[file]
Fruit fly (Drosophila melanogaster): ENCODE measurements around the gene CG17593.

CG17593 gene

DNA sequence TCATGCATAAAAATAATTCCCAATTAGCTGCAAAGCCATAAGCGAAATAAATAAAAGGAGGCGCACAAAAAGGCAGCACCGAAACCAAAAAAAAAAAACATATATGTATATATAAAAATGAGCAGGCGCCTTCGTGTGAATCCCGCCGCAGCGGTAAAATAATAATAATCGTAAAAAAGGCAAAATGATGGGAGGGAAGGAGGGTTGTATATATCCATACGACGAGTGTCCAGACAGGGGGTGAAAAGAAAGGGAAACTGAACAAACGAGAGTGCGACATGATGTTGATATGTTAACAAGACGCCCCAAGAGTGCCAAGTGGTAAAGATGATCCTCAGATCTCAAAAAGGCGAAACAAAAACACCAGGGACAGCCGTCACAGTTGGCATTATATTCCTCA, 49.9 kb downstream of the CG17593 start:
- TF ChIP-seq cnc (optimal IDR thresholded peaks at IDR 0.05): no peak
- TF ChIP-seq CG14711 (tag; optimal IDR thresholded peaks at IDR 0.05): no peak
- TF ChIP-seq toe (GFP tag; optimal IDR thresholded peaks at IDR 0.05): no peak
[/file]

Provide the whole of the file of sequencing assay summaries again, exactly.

Fruit fly (Drosophila melanogaster): ENCODE measurements around the gene CG17593.

CG17593 gene

DNA sequence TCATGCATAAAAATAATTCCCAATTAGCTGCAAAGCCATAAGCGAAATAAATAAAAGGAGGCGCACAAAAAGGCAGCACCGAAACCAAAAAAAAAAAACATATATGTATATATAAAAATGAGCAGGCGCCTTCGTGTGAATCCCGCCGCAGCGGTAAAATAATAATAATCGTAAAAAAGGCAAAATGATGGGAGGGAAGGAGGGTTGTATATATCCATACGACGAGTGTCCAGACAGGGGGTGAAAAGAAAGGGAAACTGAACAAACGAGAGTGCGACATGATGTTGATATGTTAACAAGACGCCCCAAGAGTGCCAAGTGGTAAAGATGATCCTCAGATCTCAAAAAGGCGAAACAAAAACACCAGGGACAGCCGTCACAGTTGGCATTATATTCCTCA, 49.9 kb downstream of the CG17593 start:
- TF ChIP-seq cnc (optimal IDR thresholded peaks at IDR 0.05): no peak
- TF ChIP-seq CG14711 (tag; optimal IDR thresholded peaks at IDR 0.05): no peak
- TF ChIP-seq toe (GFP tag; optimal IDR thresholded peaks at IDR 0.05): no peak